Just to be clear, I named them Fork Birds not the artist. And the artist is Matt Wilson from South-Carolina.
Such a simple concept using the old forks, knives and spoons and some recycled lumber. Yes a simple concept but so elegant and wondrous in it’s execution. This flying flatware shows a creative eye for design and an innate understanding of the subjects. He does shrimp, fish and seahorses too!
Something a simple as a spoon takes a lot of thought, design and energy. I’m sure the fork and knife take effort as well and there are a lot of knife making videos out there. But what it takes to create flatware has always fascinated me.
So it was pretty interesting to discover a page on a manufacturers website about how their stamped cutlery is made. That company is Eternum and they are:
“Eternum is a Belgian company created in 1924 and specialized in the creation, production and sale of stainless steel cutlery and tableware.”
It’s interesting to read how cutlery has been created for years.
Flatware fun for all! This cutlery makes you solve a puzzle before you can use it to eat. And good luck getting it back together again. Sadly it’s a Kickstarter campaign but it sure looks like fun. And it’s looks even better on the table. Check out the video above.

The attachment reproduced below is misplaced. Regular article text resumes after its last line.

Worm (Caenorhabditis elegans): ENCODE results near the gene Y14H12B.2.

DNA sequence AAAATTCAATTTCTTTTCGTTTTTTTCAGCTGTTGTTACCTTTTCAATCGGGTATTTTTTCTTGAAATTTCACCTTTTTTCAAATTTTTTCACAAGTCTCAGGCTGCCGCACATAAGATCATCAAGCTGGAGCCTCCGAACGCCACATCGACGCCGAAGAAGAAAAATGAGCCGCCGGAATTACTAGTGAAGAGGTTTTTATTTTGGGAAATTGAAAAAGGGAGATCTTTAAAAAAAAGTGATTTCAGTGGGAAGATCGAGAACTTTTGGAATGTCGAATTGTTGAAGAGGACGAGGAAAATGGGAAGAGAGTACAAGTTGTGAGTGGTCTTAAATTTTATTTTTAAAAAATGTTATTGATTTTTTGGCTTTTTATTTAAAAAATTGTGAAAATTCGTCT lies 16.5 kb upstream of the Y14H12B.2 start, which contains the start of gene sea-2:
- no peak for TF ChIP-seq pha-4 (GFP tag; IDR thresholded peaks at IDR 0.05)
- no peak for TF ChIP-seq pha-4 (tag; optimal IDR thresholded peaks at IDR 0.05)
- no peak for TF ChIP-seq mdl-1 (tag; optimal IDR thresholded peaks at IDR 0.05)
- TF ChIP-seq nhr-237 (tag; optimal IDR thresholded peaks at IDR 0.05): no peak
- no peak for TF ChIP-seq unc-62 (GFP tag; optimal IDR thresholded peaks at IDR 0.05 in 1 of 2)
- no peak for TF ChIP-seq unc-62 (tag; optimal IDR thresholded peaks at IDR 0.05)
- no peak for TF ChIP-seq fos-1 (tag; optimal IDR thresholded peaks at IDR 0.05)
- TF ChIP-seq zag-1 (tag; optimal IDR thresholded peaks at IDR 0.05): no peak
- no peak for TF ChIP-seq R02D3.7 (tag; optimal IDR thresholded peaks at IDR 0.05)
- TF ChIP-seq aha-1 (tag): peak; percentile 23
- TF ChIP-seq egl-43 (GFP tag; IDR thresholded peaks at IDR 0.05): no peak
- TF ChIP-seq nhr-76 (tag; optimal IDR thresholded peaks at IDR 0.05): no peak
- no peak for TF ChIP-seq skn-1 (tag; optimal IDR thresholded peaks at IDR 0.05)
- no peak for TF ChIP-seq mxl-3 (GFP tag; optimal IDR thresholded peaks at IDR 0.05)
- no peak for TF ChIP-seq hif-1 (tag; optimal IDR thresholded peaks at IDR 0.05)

If you came here via a Google search looking for cutlery that can safely go into the microwave, these aren’t the cutlery you are looking for. The answer to that question is anything that has no metal at all, stick to plastic and wood.
This microwaveable cutlery is called COZY Cutlery because it’s warmed by the microwave. The concept is that having the flatware handles being warmed will make children eat slower and therefore healthier.
OK, I think this is ridiculous and sounds like some mild form of torture. You can’t eat quickly because the handle of your spoon is too hot? Sorry, this is nonsense to me. Now, it is only a concept product created by Dyson School of Design Engineering.